Occurrence and Distribution of Microplastics in the Sea Surface Microlayer in Jinhae Bay, South Korea

Microplastic contamination of the marine environment is a worldwide concern. The abundance of microplastics was evaluated in the sea surface microlayer in Jinhae Bay, on the southern coast of Korea. The microplastics in this study are divided into paint resin particles and plastics by polymer type. The mean abundance of paint resin particles (94 ± 68 particles/L) was comparable to that of plastics (88 ± 68 particles/L). Fragmented microplastics, including paint resin particles, accounted for 75 % of total particles, followed by spherules (14 %), fibers (5.8 %), expanded polystyrene (4.6 %), and sheets (1.6 %). Alkyd (35 %) and poly(acrylate/styrene) (16 %) derived from ship paint resin were dominant, and the other microplastic samples consisted of polypropylene, polyethylene, phenoxy resin, polystyrene, polyester, synthetic rubber, and other polymers. The abundance of plastics was significantly (p < 0.05) higher in Jinhae Bay, which is surrounded by a coastal city, than along the east coast of Geoje, which is relatively open sea. The floating microplastic abundance in surface water was the highest reported worldwide.


Young Kyoung Song, Sang Hee Hong, Mi Jang, Gi Myung Han, Won Joon Shim, Archives of Environmental Contamination and Toxicology, Volume 69, Issue 3, pp 279-287, October 2015

The article


Abundance and distribution characteristics of microplastics in surface seawaters of the Incheon/Kyeonggi coastal region

Microplastics in marine environments are of emerging concern due to their widespread distribution, their ingestion by various marine organisms, and their roles as a source and transfer vector of toxic chemicals. However, our understanding of their abundance and distribution characteristics in surface seawater (SSW) remains limited. We investigated microplastics in the surface microlayer (SML) and the SSW at 12 stations near-shore and offshore of the Korean west coast, Incheon/Kyeonggi region. Variation between stations, sampling media, and sampling methods were compared based on abundances, size distribution, and composition profiles of microsized synthetic polymer particles. The abundance of microplastics was greater in the SML (152,688 ± 92,384 particles/m3) than in SSW and showed a significant difference based on the sampling method for SSWs collected using a hand net (1602 ± 1274 particles/m3) and a zooplankton trawl net (0.19 ± 0.14 particles/m3). Ship paint particles (mostly alkyd resin polymer) accounted for the majority of microplastics detected in both SML and SSWs, and increased levels were observed around the voyage routes of large vessels. This indicates that polymers with marine-based origins become an important contributor to microplastics in coastal SSWs of this coastal region.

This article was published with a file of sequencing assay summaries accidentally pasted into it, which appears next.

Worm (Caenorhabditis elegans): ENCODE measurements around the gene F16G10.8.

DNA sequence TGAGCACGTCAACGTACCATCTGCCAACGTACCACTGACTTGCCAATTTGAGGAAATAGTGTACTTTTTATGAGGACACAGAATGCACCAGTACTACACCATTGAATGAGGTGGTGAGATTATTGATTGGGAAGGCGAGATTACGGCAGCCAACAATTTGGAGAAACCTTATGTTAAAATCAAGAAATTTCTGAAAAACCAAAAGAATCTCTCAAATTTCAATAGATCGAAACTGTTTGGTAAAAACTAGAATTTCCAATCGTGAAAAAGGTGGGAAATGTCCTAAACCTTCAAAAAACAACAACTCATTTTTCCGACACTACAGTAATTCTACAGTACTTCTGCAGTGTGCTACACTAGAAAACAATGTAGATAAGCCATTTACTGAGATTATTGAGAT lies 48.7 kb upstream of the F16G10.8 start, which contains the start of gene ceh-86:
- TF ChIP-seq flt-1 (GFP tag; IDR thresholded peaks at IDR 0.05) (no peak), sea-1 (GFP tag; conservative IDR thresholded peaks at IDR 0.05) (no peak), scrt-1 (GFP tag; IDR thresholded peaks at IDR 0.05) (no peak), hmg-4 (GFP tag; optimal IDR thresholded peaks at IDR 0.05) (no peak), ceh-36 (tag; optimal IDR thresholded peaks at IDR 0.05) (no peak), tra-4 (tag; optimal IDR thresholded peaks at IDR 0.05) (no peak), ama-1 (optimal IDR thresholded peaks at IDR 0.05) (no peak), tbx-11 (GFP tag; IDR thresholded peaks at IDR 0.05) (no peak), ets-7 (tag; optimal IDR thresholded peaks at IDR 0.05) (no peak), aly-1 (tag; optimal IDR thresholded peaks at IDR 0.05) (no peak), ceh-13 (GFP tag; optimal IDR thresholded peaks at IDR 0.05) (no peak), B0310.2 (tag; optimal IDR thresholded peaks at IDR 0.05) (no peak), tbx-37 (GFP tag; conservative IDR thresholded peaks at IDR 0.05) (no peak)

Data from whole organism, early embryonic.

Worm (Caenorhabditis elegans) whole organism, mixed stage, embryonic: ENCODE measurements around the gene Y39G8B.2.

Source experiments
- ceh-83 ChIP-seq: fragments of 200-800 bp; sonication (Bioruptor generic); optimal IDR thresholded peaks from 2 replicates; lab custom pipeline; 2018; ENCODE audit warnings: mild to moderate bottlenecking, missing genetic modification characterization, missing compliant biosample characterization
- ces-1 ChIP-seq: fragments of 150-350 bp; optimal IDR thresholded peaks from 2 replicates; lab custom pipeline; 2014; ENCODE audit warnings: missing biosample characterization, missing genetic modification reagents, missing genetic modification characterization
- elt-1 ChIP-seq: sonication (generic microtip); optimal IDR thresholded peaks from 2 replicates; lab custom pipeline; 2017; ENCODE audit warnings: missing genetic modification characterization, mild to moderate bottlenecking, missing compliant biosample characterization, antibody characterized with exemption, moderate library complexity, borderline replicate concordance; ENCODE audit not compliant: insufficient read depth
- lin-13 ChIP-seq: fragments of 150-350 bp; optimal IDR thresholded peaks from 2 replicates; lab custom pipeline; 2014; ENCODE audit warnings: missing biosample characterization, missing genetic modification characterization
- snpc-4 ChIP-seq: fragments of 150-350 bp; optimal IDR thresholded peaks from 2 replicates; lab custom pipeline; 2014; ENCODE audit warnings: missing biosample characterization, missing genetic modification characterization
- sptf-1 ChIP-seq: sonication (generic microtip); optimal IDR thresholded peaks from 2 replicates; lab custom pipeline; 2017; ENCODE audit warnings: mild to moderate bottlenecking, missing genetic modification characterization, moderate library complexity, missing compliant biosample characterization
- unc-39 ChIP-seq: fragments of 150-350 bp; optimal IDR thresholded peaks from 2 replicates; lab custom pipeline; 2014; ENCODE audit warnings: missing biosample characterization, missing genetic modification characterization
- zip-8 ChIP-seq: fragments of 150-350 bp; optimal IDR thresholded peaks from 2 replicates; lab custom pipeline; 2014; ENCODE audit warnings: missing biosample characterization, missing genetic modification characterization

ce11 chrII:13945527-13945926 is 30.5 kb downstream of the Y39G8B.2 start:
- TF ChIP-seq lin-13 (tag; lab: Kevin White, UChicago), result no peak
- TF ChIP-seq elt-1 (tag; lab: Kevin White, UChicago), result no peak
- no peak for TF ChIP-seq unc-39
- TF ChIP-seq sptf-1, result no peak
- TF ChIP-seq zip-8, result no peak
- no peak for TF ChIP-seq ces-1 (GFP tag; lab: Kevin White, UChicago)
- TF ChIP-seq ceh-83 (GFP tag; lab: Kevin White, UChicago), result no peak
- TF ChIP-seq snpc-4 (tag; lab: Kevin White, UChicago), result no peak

Doo-Hyeon Chae, In-Sung Kim, Seung-Kyu Kim, Young Kyoung Song, Won Joon Shim, Archives of Environmental Contamination and Toxicology, 69 (3):269-278, October 2015

The article


Marine neustonic microplastics around the southeastern coast of Korea

We investigated floating debris around the mouth of the Nakdong River in the Southeastern Sea of Korea using a Manta trawl (330-μm mesh) and hand-net (50 μm) before (May) and after (July) the rainy season in 2012. Microplastic (<2 mm) was present at all of the stations, whereas Styrofoam (2–5 mm) peaked only at a few stations far from the Nakdong River mouth in July. The dominant types were fibers (polyester), hard plastic (polyethylene), paint particles (alkyd), and Styrofoam (expanded polystyrene). The average abundances of fibers and hard plastic (<2 mm) in the trawl were significantly higher in July than in May (p < 0.005, p < 0.05, respectively), while two orders of magnitude more microplastics (<2 mm) were collected with the hand-net than with the trawl. Fibers and hard plastic by trawl were significantly compared temporally, and the hand-net proved the missed microplastics (50–330 μm) when trawl used.

Jung-Hoon Kang and al., Marine Pollution Bulletin, Volume 96, Issues 1–2, Pages 304–312, July 2015